Recognizing Patterns and a Free Printable

We don’t watch that much TV at home, even if it’s on, it’s usually Sanj engrossed in My Little Pony, not the kids. But, sometimes, I use TV as a tool to get things done.

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We were watching Team Umi Zoomi the other day on Amazon Prime. As I was doing dishes, I could hear Serena answer their questions and see the boys dance every time a song played.

I noticed that Serena did not always answer the pattern questions correctly. Which is not cool. Not cool at all because recognizing patters is major in developing math skills later in life.

And I totally don’t care because I don’t know math and had lots of trouble getting through Geometry in high school (and turned out just fine!); but I do care because math is a life skill.

Counting, seeing relationships between elements, and sequencing or the staircase pattern discussed here (so understanding stories as they grow older) are all impacted by recognizing patterns.

Even further, it helps build human relationships as you learn the nuances of pattern in people’s behavior. Directions are also impacted by pattern recognition. If you ask me the street names of how to get to Target, I won’t really know. But, I do know that it’s a right, right, left, and then you’re at the store.

Robert Duin and Elzbieta Pekalska discuss the importance of pattern recognition and acquiring knowledge. In their paper titles The Science of Pattern Recognition, Achievements and Perspectives, they say (p 11)

Knowledge is very often structural and has thereby qualitative nature.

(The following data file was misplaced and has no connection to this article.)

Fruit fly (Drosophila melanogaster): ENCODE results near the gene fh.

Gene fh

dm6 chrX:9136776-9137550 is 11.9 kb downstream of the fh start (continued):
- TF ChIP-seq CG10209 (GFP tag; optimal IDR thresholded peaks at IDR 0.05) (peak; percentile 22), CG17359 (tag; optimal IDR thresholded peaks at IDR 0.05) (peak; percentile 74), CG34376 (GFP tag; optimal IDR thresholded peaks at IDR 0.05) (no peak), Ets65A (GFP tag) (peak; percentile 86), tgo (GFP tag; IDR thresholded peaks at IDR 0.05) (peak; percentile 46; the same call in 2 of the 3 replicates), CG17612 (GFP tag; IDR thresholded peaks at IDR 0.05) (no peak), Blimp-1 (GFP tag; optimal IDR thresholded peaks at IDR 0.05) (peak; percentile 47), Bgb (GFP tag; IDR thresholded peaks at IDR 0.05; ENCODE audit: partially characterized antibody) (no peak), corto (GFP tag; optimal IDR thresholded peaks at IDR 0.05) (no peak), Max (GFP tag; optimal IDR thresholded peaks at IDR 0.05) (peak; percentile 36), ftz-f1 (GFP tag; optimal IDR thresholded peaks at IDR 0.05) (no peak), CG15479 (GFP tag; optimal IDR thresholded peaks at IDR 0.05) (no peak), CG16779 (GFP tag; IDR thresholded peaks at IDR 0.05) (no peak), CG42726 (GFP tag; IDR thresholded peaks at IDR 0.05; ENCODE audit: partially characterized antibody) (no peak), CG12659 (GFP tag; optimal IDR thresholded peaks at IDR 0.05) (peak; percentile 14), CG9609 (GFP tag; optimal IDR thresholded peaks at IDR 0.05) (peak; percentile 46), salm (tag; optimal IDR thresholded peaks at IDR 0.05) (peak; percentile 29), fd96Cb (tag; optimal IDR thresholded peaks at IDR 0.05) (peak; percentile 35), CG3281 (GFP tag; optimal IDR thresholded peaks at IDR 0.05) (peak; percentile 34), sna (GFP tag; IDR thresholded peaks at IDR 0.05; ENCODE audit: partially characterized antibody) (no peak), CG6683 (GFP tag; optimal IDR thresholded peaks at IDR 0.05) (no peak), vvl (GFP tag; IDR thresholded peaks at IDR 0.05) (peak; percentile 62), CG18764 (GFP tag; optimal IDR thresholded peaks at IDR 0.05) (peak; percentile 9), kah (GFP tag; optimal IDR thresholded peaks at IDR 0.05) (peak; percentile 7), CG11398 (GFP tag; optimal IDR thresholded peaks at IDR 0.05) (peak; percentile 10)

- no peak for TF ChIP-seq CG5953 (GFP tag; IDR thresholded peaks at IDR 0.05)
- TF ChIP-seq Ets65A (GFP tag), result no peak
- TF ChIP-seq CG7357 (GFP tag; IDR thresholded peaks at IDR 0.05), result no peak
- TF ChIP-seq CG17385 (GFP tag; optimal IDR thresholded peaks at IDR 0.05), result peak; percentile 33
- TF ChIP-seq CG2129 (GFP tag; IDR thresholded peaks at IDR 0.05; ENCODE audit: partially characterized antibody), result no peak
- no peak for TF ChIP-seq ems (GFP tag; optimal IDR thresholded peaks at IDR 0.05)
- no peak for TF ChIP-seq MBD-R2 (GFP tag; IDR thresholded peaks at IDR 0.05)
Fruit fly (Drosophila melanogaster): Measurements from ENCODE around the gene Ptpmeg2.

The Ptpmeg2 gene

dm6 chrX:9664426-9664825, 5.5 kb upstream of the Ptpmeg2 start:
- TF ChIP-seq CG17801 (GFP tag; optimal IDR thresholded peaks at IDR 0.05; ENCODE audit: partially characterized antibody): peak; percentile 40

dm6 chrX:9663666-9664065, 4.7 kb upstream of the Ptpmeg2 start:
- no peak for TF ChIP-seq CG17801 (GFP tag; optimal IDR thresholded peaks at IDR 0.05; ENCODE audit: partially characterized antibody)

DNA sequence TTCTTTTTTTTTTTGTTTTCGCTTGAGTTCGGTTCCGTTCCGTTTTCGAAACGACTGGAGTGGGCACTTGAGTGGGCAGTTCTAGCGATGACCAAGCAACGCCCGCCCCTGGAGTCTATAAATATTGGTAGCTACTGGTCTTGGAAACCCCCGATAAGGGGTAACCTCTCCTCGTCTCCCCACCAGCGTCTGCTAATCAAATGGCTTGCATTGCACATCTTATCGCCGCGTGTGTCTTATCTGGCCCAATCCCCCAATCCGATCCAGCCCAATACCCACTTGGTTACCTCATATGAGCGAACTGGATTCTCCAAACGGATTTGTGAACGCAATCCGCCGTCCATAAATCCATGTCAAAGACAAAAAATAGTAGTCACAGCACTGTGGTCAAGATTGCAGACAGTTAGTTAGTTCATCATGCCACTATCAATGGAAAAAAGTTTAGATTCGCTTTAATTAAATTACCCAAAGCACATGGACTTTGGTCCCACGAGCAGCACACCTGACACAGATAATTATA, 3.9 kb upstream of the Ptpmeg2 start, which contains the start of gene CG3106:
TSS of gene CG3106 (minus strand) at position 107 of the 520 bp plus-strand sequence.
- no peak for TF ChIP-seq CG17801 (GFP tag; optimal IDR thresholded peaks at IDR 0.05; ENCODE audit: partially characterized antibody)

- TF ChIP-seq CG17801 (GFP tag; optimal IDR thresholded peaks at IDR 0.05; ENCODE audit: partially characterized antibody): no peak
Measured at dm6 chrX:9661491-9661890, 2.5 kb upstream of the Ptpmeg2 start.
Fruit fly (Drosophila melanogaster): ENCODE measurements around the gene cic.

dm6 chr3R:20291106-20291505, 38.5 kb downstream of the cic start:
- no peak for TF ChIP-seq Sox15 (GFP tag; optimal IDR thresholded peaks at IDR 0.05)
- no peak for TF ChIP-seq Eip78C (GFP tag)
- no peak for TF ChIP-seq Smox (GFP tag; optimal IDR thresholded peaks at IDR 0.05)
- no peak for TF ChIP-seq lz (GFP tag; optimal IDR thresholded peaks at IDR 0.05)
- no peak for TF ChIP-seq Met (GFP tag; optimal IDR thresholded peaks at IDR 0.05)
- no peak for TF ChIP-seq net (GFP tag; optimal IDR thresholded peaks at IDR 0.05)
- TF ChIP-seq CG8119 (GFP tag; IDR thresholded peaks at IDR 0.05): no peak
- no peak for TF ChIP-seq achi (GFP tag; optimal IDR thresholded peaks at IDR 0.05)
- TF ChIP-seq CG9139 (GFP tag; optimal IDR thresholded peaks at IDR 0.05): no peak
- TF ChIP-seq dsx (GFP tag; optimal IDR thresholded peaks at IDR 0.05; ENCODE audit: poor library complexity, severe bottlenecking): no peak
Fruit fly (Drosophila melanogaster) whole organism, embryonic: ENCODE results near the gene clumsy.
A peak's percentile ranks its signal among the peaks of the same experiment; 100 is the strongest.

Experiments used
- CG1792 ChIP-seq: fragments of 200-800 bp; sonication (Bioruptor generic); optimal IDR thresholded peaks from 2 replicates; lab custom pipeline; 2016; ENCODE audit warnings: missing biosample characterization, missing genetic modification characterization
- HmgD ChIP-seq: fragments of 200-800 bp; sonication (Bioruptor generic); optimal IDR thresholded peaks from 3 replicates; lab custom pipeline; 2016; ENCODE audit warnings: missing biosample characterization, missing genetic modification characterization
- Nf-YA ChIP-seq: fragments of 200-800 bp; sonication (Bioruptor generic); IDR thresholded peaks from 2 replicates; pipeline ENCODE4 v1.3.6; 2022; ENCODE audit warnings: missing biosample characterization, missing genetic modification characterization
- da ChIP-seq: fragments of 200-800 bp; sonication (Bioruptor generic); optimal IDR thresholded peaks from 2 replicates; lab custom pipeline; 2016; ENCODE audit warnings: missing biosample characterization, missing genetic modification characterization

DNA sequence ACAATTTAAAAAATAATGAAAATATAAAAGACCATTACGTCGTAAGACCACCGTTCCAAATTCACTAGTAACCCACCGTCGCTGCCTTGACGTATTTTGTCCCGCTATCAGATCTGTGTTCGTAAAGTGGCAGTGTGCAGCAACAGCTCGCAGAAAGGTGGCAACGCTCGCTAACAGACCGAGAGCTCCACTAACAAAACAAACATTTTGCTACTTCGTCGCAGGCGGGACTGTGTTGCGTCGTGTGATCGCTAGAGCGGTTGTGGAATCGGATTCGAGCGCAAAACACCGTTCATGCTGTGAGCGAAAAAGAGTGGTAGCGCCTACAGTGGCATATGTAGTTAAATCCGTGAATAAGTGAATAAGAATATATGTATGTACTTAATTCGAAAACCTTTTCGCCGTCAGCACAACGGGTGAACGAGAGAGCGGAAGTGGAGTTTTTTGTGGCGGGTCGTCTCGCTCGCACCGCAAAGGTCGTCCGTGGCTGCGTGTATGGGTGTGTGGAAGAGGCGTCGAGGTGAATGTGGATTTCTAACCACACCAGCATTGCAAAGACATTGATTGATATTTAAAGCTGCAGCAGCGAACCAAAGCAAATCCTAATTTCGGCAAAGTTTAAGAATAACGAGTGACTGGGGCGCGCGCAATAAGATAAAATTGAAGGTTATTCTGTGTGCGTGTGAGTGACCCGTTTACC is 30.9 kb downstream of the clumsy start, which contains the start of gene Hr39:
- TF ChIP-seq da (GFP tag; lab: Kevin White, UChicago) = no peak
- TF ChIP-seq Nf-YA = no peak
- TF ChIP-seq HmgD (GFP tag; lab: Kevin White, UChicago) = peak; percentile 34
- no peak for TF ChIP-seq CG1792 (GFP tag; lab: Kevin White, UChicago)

And that the (p 30)

Recognition of patterns and inference skills lie at the core of human learning… These processes of abstraction and concept formation are necessary for development and survival.

I know that’s kind of crazy to think that something so basic as recognizing patterns can impact development tremendously; but research has proved just that.

In fact, High Scope early childhood specialist, Suzanne Gainsley explains, ” Discovering and differentiating these characteristics is a first step in classification, or sorting– and important part os preschoolers’ science learning and discovery.

So, while it doesn’t seem like a big deal that she isn’t answering the pattern questions correctly, it does raise a little red flag for me to keep practicing with her.

Here are a few things that you should look out for when introducing patterns:

$ Can s/he copy and continue the pattern?

$ Can s/he recreate the pattern from memory?

$ Can s/he fix the error in the pattern?

$ Can s/he make his/her own pattern using different materials or pictures?

If you’re like me and want to help your toddler practice identifying patterns, use this FREE pattern recognition workbook.

Practicing patterns won’t make you perfect, but it will definitely help you survive and thrive.

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